KARACHI, May 7: Though both the Pakistan Tehreek-i-Insaf (PTI) and the Muttahida Qaumi Movement (MQM) have dismissed that there is a ‘tacit agreement’ between the two that Imran Khan will not mobilise his election campaign in the urban centres of Sindh, analysts believe that the camaraderie could be significant in the post-election scenario, it emerged on Tuesday.

Mr Khan made a brief visit to Karachi on Tuesday before going back to Lahore and getting injured in a fall at an election rally. Here his most significant activity was a visit to the Quaid’s mausoleum, besides his meetings with local party leaders and cadres.

He had cancelled his rally in Karachi at the eleventh hour citing security reasons, fuelling speculation that his party did not want to upset the apple cart in Karachi, unlike the way the PTI was crossing swords with Nawaz Sharif’s Muslim League in Punjab, and that the PTI and the MQM had a ‘tacit deal’ vis-à-vis elections in urban Sindh, Karachi in particular.

The speculations are rife despite a statement by Mr Khan upon his arrival in Karachi in which he said the MQM was the PTI’s ‘key rival’ in Karachi and the Pakistan Peoples Party in the rest of Sindh.“Here in Karachi the MQM is the PTI’s main rival and the PPP in the rest of Sindh,” he told reporters at Quaid-i-Azam International Airport on his arrival.

Insiders in both parties dispelled the impression about the speculated deal. However, it emerged that they had no hard feelings against each other as they had a few years ago. Sources did not rule out that the leadership of the two parties ‘understandably’ avoided to criticise each other as both eyed the post-election scenario, which could bring a lot of surprises in an anticipated hung parliament.Analysts said for the PTI, Punjab was much more important than Sindh, where the party had little hope to win even a single seat, which was also a reason for its chief to spend its energies in the constituency where it could make the most.

“In fact, Imran’s visit to Karachi had a political notion to woo the voters in Punjab,” said Syed Jaffar Ahmed, a professor in the Pakistan Study Centre, University of Karachi.

He said the Quaid’s mausoleum had great importance for the people in Punjab and Mr Khan’s visit here was bound to make an impact on his constituents in the country’s most populous province where more than half of the National Assembly seats were up for grabs.

“Going to the Quaid-i-Azam’s mausoleum counts a lot for anyone coming here from Punjab. And at a time when Imran promises that he will make it the Pakistan of the Quaid and Allama Iqbal, it was highly important for him to make a visit here,” said Mr Ahmed.

He said the MQM had no danger, whatsoever, from the PTI in Karachi and if it had any danger to two or three constituencies, it was from the PPP or the Jamaat-i-Islami.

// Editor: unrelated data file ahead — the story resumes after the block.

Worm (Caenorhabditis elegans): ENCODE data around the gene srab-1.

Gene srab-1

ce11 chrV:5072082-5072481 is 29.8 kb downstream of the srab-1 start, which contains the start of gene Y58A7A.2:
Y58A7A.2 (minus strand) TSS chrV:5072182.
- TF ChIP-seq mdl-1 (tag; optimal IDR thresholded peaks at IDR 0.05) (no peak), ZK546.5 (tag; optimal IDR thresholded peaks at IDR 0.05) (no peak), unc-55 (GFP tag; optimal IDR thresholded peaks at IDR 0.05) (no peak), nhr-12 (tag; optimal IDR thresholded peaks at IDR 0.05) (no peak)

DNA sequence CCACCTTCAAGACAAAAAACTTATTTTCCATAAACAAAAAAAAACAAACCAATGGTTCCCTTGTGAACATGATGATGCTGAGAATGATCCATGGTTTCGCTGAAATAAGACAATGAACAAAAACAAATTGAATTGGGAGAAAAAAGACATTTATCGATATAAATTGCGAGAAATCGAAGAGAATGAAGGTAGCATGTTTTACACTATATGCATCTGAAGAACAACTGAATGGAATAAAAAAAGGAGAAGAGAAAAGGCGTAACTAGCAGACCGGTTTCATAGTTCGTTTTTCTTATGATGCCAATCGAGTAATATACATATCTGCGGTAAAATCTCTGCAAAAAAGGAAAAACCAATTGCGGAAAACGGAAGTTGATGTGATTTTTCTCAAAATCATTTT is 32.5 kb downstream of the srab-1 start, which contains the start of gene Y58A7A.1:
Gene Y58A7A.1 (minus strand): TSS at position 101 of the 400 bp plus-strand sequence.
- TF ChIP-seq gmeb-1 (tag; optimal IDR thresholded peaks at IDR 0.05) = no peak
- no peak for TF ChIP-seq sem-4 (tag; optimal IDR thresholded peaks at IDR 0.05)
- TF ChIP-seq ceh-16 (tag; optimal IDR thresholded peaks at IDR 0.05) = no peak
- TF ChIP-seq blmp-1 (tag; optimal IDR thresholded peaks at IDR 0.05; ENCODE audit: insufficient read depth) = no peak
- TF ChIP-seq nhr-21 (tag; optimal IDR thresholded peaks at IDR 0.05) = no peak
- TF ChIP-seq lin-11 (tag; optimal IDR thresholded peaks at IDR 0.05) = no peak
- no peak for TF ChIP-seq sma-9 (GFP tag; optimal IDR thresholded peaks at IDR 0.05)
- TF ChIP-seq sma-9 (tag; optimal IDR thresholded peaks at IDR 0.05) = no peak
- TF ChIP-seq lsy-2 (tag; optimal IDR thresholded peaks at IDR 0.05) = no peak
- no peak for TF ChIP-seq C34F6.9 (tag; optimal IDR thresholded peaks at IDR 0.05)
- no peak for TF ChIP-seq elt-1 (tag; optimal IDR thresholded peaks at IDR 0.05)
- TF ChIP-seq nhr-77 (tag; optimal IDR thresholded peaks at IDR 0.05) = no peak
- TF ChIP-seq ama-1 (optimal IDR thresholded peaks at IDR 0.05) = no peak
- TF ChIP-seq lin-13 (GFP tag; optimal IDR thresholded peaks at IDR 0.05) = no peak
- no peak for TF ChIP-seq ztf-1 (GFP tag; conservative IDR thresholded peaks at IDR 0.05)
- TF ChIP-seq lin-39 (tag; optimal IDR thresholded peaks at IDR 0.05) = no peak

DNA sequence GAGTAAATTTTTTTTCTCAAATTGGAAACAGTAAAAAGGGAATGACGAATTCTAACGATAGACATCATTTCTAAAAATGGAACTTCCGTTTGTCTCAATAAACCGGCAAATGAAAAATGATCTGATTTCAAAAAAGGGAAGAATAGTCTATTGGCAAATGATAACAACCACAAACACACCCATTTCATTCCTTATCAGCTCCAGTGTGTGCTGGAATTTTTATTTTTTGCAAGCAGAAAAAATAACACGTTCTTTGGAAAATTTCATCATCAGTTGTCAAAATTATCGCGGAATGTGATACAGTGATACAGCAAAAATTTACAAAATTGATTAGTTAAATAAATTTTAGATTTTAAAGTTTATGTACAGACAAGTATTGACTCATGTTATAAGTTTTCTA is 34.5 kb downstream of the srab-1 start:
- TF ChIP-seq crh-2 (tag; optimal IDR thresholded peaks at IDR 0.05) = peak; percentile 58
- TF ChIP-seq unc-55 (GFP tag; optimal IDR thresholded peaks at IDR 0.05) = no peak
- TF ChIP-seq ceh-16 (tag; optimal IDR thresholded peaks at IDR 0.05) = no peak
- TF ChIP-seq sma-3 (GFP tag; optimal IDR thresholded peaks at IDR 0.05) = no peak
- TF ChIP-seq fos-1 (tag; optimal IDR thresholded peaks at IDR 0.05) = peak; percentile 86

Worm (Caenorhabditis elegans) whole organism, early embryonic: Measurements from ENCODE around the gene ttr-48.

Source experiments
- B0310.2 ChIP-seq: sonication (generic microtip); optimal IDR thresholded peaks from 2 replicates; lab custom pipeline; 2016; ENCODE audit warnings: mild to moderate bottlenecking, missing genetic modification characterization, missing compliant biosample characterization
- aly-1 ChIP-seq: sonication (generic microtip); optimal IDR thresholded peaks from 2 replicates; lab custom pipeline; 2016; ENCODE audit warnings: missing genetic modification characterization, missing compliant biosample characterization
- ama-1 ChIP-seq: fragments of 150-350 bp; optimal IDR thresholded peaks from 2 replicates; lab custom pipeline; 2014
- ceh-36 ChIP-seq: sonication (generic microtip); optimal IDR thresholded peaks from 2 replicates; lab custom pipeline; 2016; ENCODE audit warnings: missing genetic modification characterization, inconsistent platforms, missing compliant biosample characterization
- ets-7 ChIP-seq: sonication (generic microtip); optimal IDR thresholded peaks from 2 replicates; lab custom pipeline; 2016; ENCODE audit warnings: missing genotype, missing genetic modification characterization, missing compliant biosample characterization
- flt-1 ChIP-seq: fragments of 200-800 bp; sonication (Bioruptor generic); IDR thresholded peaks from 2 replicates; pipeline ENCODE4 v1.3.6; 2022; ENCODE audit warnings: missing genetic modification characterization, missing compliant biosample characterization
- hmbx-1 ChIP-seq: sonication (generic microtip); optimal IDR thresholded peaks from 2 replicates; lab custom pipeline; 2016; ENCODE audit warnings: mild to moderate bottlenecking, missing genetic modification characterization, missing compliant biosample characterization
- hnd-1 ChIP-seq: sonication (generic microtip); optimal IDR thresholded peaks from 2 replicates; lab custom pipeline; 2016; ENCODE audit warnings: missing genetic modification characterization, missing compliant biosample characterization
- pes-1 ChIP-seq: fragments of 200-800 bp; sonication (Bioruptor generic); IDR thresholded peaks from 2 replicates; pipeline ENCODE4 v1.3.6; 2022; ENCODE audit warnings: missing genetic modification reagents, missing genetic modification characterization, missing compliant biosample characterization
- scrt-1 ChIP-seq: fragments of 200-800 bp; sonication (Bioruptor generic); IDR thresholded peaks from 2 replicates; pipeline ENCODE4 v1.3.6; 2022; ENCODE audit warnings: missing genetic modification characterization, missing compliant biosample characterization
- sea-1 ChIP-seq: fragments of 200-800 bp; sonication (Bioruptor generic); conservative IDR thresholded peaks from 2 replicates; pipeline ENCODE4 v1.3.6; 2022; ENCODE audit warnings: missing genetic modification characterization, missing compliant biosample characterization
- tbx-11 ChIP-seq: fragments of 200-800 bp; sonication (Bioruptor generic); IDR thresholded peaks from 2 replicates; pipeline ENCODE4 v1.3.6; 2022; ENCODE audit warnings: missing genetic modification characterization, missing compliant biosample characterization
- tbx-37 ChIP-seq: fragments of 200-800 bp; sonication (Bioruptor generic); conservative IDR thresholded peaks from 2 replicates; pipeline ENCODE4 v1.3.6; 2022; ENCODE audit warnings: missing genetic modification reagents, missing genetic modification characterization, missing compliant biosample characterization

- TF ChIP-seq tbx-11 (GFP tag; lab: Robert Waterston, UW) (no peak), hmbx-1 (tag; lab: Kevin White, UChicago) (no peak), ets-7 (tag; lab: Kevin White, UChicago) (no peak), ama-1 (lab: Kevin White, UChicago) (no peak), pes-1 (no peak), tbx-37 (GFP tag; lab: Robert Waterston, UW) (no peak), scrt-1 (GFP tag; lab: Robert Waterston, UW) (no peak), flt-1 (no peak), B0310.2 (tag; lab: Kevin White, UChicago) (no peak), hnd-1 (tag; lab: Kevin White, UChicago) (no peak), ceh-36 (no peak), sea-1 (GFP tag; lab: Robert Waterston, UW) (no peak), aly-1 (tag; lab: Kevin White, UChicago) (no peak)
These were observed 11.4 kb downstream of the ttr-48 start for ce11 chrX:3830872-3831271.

“The PTI has no prospect of winning any seat in Karachi, that’s why the MQM has no reason to get worried about it. However, the post-election scenario is certainly very important for both of them,” he said.

Sources in the parties confirmed that though both parties had no tacit agreement during elections, yet they had an unwritten understanding to maintain the ‘level of acceptance’ when it matters the most.

Though Mr Khan parried a query about his possible future allies, it is understood that every political force would search for allies after the general elections and so far every party has kept its doors open for each other except for a political wedding between the PTI and the PML-N.

“The MQM has a great amount of political pragmatism; it has been an ally twice with the PPP and the PML-N. So the MQM has every reason to keep its options open for all the parties,” said Mr Ahmed.

“No one should rule out the possibility of the MQM’s joining a PML-N-led future coalition, which could be conducive for the party when we see Sindhi and Baloch nationalists are also aligned with Nawaz Sharif, which could bring the MQM closer to those forces.”

Imran on Karachi

Mr Khan said he had to cancel his rally in Karachi because of the poor law and order situation. He said any untoward incident could have marred the party’s entire election campaign.

Talking to reporters upon his arrival at Karachi airport, he said his party had given a choice to the people of Karachi to decide whether they wanted to change their future from an ‘uncertain present’.

He asked the people not to vote for political parties, which had their own militant wings. He said once he grabbed power a ban on the militant wings of the political parties would be a top priority.

“The political parties, which run their own militant wings, will never reform the police as they realise that it would amount to shooting in their own foot,” he said.

He said the deteriorating law and order situation in Karachi had made its youth’s future uncertain.

“Kidnapping for ransom is the only business which is booming,” he said.


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